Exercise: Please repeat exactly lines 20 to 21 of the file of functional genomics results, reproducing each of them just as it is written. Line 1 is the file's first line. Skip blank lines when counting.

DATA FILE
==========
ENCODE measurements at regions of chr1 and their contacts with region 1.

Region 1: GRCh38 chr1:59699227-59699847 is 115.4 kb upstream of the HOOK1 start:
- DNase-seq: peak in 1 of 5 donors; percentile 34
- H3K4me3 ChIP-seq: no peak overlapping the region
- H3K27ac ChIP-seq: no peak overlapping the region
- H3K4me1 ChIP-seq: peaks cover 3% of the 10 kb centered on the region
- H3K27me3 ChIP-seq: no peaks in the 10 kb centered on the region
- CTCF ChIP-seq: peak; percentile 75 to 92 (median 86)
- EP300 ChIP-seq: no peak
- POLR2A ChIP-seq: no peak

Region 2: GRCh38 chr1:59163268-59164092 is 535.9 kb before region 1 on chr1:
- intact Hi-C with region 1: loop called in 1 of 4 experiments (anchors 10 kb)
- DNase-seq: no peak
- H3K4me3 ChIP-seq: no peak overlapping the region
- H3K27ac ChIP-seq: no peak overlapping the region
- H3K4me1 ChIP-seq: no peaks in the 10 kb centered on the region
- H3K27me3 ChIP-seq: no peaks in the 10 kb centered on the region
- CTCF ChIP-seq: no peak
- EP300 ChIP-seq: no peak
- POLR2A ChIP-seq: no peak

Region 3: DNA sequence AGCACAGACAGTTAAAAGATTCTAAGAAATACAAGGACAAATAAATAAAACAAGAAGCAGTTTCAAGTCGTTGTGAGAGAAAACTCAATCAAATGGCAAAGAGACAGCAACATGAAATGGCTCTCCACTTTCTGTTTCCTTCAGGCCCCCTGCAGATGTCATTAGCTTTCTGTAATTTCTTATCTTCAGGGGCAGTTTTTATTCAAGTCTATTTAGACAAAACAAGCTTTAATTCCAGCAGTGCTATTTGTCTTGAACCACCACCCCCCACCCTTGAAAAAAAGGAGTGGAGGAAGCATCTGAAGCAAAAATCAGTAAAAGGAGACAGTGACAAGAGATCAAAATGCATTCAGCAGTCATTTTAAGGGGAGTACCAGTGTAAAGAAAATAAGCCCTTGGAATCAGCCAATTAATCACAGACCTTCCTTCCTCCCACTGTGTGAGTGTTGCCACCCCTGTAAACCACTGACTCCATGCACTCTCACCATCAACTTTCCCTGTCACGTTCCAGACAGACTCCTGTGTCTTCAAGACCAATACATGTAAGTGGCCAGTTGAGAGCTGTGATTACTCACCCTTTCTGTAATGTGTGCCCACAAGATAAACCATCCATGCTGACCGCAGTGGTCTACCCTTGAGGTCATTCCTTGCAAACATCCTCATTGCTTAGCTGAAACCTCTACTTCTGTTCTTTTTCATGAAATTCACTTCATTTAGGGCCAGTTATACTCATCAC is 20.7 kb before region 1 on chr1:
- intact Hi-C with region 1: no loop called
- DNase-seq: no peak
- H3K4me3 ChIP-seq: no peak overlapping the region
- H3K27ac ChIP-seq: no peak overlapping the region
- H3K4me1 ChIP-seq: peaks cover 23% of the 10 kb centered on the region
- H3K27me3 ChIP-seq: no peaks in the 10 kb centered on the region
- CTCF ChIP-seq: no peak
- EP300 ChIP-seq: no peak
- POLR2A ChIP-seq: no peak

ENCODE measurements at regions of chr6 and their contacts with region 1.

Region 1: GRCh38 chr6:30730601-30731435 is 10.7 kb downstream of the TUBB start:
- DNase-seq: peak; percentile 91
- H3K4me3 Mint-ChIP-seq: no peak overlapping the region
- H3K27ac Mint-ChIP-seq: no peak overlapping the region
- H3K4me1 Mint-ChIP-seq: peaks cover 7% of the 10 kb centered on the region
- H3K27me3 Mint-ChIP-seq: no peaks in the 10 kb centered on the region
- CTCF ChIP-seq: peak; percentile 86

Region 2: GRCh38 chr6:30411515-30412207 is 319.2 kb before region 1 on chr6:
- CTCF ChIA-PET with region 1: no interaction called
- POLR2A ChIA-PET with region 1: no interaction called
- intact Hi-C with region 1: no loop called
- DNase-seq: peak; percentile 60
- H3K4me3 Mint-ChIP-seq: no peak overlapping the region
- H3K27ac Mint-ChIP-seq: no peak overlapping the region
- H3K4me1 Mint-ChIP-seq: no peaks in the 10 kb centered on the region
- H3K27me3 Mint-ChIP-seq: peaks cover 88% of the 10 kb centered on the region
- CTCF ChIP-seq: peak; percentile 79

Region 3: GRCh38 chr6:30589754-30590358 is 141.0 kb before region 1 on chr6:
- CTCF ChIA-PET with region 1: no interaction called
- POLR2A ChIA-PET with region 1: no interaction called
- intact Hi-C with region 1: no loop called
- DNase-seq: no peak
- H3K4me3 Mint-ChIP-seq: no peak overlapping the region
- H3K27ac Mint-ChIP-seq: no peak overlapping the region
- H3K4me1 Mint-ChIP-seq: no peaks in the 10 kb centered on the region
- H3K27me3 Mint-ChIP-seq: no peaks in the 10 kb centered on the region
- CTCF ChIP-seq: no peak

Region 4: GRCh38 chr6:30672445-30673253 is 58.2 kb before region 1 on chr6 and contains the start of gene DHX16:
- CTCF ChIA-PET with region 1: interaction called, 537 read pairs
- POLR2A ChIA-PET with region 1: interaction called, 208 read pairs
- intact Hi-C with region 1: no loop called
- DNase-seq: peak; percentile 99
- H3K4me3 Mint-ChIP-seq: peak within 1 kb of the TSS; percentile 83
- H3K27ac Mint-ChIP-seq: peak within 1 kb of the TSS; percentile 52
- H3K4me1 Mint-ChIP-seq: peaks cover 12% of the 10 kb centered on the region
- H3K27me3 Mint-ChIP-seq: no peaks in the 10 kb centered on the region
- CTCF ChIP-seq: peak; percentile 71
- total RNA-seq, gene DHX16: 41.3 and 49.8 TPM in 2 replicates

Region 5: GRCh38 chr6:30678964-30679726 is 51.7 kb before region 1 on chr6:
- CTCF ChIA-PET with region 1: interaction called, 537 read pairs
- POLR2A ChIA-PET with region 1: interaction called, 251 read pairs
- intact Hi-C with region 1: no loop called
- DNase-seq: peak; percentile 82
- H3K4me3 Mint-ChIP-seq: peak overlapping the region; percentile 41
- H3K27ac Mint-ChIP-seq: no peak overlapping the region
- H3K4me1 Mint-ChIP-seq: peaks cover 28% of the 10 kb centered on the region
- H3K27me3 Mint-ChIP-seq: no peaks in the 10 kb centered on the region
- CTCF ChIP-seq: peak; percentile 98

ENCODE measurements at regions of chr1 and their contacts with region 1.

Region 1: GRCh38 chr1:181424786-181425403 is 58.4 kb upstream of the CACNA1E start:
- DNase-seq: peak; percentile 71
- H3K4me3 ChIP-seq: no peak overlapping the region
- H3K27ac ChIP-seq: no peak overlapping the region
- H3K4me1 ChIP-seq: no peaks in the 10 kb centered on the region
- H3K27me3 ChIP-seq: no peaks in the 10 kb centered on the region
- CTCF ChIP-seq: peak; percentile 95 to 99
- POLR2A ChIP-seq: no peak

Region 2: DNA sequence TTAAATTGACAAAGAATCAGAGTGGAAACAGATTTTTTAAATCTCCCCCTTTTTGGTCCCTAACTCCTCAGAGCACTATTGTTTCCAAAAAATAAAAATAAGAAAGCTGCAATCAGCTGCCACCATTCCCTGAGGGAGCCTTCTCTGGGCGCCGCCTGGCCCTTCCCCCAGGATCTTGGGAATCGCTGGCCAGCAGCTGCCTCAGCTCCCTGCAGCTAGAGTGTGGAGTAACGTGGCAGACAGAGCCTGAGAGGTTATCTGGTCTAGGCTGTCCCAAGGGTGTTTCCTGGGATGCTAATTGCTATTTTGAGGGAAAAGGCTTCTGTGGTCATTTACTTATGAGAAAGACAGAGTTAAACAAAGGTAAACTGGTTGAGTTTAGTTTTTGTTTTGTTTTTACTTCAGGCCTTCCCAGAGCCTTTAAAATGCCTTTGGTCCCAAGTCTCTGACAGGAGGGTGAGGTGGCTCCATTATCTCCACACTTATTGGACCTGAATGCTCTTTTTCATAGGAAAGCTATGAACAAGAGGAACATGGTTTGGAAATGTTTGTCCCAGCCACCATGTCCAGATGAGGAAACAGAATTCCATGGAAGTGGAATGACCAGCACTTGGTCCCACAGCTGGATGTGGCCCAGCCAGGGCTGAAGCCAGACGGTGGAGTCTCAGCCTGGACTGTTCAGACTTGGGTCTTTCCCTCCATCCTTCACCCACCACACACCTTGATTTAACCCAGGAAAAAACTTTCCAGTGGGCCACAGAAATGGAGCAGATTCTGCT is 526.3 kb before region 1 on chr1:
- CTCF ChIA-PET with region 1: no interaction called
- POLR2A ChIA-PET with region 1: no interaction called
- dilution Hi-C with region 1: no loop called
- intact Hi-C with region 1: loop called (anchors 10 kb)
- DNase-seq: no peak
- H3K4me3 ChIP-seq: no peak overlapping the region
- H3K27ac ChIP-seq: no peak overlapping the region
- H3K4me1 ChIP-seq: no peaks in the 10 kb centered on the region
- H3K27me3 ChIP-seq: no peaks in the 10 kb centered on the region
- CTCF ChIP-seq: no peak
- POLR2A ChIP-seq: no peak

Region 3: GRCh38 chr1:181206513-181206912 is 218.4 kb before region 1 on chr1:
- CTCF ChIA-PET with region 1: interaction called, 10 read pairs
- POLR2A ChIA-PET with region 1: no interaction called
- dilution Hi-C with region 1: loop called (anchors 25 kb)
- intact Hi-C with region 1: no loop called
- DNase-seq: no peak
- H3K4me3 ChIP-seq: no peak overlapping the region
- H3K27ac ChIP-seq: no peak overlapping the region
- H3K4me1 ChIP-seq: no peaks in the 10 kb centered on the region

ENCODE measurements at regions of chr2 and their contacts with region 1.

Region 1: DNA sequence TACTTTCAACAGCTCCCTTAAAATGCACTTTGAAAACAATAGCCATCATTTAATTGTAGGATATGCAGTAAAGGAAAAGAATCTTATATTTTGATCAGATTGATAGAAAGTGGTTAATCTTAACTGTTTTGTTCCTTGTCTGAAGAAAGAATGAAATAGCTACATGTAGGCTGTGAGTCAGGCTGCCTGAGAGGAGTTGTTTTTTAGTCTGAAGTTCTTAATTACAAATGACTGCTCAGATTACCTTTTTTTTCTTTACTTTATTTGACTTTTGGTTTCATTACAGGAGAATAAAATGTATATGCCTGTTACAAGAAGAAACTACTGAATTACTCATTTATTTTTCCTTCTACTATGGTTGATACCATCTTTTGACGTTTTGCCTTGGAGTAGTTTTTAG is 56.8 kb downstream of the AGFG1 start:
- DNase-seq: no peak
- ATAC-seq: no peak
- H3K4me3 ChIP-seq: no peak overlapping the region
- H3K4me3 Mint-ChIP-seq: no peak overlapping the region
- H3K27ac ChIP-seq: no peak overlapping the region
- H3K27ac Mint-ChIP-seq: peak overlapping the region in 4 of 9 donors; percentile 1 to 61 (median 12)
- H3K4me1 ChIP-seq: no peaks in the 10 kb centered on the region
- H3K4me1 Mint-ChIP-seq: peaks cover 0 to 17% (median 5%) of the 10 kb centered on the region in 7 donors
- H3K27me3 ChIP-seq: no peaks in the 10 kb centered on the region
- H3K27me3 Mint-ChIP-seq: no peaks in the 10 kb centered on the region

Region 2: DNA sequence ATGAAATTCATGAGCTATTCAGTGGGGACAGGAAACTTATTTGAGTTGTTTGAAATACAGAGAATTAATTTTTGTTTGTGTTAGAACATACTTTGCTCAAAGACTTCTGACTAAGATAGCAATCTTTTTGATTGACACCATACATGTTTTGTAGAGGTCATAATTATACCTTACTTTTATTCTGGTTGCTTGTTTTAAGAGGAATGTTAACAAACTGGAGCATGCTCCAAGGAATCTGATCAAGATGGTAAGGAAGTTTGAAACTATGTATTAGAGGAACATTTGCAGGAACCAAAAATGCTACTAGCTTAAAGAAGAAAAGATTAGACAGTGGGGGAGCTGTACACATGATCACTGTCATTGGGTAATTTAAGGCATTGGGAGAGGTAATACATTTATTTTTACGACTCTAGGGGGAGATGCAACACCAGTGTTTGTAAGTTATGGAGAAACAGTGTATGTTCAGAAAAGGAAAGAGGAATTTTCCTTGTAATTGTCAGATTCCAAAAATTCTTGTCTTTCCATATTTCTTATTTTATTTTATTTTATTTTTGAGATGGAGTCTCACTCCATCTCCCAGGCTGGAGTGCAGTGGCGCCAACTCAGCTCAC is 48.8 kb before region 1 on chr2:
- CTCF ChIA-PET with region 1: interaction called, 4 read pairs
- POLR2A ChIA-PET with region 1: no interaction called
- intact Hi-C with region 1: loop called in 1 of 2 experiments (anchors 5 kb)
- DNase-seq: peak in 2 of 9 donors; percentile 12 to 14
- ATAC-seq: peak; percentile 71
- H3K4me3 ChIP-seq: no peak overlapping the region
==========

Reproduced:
- POLR2A ChIP-seq: no peak

Region 3: DNA sequence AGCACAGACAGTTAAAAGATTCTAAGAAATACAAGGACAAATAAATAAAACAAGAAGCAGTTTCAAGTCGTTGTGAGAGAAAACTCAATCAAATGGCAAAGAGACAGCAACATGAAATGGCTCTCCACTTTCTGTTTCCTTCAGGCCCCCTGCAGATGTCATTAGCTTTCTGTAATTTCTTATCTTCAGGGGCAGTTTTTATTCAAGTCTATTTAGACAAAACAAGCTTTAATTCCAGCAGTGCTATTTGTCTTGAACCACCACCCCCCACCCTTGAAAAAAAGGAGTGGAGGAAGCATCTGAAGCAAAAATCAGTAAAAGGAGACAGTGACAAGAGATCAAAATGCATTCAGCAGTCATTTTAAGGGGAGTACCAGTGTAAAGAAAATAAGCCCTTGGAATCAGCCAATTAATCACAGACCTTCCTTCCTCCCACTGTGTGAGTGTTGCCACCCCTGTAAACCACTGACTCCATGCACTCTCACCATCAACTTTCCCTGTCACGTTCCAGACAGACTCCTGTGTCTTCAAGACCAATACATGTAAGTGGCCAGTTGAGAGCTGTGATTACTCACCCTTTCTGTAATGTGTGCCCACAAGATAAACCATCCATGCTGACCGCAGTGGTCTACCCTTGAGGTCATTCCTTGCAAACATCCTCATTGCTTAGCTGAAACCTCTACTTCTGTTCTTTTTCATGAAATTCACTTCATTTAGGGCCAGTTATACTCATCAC is 20.7 kb before region 1 on chr1: